It seems the modern corporate mission statement could use an update: Do well by doing good—or else.
Earning the perception of good corporate citizenship, in the form of environmental, social and governance bona fides, is no longer optional for the modern executive. That point was driven home last month as Exxon Mobil shareholders elected two directors nominated by an upstart activist hedge fund unhappy with the oil giant’s climate policies. A third director is likely to win election, the company said Wednesday. The activist’s victory was especially jarring because it owns a tiny fraction of Exxon stock and Chief Executive Officer Darren Woods had campaigned personally against the movement.
The vote marks a high point of sorts for the multiyear ESG movement, a framework that calls for investors to consider a company’s overall impact on the world beyond its financial returns. The trend shows no signs of slowing down. There have been 610 news releases mentioning environmental, social and governance principles from current S&P 500 members so far this year through May, according to data from financial research firm Sentieo. That is more than double the rate of the same period last year.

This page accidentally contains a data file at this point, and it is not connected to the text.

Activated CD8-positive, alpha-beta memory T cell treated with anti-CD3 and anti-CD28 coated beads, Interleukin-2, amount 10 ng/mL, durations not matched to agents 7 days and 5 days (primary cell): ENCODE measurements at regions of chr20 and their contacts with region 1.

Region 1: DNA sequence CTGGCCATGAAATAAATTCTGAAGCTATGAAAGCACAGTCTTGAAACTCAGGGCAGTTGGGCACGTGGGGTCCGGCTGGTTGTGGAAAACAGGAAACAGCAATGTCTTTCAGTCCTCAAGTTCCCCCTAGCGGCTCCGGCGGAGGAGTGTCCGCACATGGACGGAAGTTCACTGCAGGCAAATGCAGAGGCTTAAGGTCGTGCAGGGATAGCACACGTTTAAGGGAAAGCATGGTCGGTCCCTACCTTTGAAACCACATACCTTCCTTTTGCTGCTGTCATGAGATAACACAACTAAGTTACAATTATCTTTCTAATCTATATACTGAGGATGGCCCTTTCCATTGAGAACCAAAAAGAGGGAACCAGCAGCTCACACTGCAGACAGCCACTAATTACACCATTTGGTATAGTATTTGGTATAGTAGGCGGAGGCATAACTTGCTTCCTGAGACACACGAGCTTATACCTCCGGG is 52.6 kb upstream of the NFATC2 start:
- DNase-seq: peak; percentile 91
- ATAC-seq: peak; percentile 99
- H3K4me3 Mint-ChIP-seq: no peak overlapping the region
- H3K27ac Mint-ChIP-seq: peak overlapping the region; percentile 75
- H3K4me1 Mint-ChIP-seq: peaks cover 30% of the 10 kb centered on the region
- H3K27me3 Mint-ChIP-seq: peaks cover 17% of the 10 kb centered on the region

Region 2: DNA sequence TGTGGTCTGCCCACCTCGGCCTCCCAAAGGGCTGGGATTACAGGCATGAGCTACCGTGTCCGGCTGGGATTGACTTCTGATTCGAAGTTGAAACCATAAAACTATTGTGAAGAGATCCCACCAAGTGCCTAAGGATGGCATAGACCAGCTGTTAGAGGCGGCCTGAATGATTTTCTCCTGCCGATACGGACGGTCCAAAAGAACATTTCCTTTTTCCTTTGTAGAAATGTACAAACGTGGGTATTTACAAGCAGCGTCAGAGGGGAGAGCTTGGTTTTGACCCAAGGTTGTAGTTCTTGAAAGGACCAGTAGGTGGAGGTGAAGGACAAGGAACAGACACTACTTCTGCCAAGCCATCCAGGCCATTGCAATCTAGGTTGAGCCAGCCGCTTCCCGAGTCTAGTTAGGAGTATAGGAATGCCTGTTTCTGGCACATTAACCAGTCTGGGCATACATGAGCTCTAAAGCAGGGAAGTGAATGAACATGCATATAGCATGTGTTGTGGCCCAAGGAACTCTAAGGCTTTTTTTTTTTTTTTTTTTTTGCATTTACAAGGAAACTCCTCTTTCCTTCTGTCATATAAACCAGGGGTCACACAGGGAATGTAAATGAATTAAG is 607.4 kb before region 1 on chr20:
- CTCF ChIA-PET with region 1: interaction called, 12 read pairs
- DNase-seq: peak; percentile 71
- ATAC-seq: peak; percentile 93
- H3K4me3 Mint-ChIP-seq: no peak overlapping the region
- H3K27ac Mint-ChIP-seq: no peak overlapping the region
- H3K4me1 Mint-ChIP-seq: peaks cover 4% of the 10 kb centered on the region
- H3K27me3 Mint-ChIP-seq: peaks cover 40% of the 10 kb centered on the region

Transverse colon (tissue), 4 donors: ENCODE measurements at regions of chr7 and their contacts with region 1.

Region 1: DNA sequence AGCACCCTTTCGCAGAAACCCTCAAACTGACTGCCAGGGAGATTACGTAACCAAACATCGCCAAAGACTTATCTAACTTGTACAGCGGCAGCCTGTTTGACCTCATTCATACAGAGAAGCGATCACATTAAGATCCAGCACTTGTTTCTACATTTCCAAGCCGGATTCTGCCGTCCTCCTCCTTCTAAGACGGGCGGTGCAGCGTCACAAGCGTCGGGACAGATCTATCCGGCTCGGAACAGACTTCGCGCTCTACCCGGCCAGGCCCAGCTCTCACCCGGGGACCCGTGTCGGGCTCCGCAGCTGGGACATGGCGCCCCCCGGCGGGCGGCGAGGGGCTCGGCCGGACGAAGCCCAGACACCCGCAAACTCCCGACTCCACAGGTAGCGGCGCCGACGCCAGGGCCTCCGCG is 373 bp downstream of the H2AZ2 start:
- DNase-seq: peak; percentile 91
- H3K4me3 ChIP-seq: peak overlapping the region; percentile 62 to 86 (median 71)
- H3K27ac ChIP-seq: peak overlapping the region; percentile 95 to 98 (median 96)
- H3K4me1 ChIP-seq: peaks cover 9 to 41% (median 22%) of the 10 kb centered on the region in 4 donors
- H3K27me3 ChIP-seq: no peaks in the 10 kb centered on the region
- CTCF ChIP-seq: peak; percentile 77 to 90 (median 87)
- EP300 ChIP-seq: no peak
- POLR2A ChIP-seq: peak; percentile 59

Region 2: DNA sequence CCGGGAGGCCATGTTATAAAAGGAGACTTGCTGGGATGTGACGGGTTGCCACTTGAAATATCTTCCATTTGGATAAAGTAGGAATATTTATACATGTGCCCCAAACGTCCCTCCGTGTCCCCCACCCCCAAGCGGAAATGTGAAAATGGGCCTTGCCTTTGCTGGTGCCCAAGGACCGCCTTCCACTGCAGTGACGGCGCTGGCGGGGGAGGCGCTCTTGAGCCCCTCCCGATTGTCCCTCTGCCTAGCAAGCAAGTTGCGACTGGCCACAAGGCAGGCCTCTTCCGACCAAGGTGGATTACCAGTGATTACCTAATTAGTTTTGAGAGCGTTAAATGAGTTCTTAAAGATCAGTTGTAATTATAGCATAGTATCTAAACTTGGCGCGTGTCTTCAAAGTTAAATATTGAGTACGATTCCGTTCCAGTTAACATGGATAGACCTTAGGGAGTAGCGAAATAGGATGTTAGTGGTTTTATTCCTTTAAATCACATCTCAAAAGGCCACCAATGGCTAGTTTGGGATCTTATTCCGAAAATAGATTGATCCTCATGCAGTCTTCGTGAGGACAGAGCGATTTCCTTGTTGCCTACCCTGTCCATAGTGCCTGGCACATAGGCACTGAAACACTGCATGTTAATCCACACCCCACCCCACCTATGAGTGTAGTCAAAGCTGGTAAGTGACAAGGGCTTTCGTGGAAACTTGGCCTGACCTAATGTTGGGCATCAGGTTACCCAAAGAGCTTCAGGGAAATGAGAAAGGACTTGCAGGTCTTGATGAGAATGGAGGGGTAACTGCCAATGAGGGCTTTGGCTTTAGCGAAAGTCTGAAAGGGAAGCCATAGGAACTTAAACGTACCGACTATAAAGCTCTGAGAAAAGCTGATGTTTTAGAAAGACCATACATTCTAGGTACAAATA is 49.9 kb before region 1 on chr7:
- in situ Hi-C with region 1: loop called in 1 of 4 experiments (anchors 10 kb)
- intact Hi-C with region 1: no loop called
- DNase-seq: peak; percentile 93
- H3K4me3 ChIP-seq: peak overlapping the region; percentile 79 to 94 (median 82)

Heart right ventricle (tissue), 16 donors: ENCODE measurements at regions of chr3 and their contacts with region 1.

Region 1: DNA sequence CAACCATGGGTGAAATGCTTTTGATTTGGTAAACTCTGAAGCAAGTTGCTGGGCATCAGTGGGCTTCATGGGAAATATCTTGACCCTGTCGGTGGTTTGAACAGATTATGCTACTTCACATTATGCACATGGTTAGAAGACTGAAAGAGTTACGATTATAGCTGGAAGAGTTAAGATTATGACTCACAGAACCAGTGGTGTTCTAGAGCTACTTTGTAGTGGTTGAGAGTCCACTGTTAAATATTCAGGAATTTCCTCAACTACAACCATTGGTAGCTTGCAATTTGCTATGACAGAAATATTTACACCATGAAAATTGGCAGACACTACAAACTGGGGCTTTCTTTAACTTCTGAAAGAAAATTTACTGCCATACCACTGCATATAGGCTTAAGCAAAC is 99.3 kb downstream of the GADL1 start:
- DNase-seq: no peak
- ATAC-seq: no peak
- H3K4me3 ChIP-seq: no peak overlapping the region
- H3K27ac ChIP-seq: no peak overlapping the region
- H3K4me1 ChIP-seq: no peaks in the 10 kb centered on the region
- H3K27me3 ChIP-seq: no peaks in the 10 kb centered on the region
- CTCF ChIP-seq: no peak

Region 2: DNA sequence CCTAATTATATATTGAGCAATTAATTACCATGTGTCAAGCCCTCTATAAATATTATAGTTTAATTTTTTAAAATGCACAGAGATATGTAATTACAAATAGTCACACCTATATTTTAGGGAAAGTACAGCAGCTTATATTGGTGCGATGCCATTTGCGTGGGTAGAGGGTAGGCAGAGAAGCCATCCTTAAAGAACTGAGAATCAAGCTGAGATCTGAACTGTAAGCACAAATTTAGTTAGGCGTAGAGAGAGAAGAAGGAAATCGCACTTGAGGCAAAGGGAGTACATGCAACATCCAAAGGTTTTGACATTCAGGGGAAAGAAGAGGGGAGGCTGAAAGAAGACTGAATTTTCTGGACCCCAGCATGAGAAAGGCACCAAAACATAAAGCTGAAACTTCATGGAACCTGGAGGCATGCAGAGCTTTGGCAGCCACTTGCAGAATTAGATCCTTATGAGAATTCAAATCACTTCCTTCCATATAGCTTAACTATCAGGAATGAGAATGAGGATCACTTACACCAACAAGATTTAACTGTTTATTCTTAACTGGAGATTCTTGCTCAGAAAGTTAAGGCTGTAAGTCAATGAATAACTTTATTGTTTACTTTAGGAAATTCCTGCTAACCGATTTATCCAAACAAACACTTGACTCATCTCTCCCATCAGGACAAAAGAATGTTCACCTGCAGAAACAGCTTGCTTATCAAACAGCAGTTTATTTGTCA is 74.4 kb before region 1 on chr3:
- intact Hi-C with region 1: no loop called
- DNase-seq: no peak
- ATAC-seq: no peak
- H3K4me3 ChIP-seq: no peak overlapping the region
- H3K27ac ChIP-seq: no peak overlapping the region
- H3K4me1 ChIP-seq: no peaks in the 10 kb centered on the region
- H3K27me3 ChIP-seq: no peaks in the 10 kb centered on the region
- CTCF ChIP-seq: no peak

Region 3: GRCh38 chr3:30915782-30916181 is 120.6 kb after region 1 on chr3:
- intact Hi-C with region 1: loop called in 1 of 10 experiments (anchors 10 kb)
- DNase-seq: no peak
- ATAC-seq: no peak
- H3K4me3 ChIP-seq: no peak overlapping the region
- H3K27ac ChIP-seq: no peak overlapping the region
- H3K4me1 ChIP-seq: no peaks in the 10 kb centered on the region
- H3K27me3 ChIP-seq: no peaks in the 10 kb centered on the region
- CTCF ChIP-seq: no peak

Investors care a great deal about ESG harmony when stock prices are high and times for big business are good, and boy are they good. Interest rates have hardly ever been lower and corporate tax rates are still favorable. Government policies on key issues such as antitrust have been permissive. A Wall Street Journal analysis found that median pay for the chief executives of more than 300 of the biggest U.S. public companies reached $13.7 million last year, up from $12.8 million for the same companies a year earlier. The onset of a global pandemic and subsequent recession left many of the largest companies and their bosses in an even stronger position. But a turn in the stock market’s fortunes could slow the ESG craze on Wall Street.
As for consumers, they are bound to focus less on issues such as clean energy if, say, traditional fuel sources become more scarce. Don’t expect motorists to appreciate a feel-good origin story for gasoline that costs eight bucks a gallon.